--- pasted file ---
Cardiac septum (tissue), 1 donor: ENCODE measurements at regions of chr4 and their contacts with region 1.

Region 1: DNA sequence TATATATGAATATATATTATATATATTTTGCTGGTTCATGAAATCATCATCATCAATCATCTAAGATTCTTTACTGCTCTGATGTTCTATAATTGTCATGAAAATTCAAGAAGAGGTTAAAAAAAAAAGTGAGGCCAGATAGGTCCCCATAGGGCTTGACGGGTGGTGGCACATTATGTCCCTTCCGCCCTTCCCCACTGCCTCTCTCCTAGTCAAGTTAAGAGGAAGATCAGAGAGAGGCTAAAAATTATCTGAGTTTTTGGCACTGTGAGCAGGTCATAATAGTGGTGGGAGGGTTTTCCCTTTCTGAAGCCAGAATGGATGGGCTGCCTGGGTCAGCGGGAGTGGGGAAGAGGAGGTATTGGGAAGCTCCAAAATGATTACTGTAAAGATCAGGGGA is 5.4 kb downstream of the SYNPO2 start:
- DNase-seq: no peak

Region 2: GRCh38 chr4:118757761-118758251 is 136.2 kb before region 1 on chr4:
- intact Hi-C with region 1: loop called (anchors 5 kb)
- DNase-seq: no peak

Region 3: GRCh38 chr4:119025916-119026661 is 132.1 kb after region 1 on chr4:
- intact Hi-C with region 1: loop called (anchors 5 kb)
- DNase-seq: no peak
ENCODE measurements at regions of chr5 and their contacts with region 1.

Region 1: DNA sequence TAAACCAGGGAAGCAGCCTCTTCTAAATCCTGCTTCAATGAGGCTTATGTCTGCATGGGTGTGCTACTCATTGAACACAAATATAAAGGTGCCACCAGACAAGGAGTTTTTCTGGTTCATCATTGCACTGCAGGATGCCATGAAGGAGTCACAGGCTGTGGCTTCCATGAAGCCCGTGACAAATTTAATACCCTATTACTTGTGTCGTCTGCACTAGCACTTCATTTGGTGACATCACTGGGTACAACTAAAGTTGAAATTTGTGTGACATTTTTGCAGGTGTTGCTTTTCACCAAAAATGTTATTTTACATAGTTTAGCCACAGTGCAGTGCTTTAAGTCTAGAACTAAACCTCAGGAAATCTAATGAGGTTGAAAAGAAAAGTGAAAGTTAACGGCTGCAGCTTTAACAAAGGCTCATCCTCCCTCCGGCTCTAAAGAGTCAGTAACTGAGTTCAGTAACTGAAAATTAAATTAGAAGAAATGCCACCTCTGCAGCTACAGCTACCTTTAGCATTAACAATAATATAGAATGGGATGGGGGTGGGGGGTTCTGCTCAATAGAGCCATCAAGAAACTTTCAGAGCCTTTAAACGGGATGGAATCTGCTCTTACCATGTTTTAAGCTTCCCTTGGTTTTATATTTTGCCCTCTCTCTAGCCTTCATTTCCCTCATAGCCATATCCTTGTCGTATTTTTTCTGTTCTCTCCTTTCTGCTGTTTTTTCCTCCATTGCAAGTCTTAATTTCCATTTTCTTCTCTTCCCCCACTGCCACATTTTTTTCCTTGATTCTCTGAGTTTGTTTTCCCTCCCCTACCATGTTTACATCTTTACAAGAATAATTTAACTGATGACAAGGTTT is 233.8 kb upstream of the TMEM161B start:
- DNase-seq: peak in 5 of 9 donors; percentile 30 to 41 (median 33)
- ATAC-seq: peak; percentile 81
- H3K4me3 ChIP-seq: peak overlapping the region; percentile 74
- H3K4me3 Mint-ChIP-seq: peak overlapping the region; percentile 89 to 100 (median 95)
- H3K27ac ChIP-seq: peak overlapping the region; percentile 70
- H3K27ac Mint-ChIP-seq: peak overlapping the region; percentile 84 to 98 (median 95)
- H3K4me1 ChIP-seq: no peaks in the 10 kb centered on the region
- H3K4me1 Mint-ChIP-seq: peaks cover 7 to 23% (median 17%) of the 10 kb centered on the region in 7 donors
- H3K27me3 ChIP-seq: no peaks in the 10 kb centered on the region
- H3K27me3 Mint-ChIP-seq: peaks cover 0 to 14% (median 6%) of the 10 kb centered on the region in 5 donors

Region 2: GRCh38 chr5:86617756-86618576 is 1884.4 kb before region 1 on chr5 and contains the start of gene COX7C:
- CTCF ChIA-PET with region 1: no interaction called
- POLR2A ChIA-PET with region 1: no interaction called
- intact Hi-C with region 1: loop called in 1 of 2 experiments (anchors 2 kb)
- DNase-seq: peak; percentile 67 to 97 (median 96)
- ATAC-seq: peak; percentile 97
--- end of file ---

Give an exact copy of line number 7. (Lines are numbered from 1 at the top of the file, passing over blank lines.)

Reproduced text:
Region 3: GRCh38 chr4:119025916-119026661 is 132.1 kb after region 1 on chr4: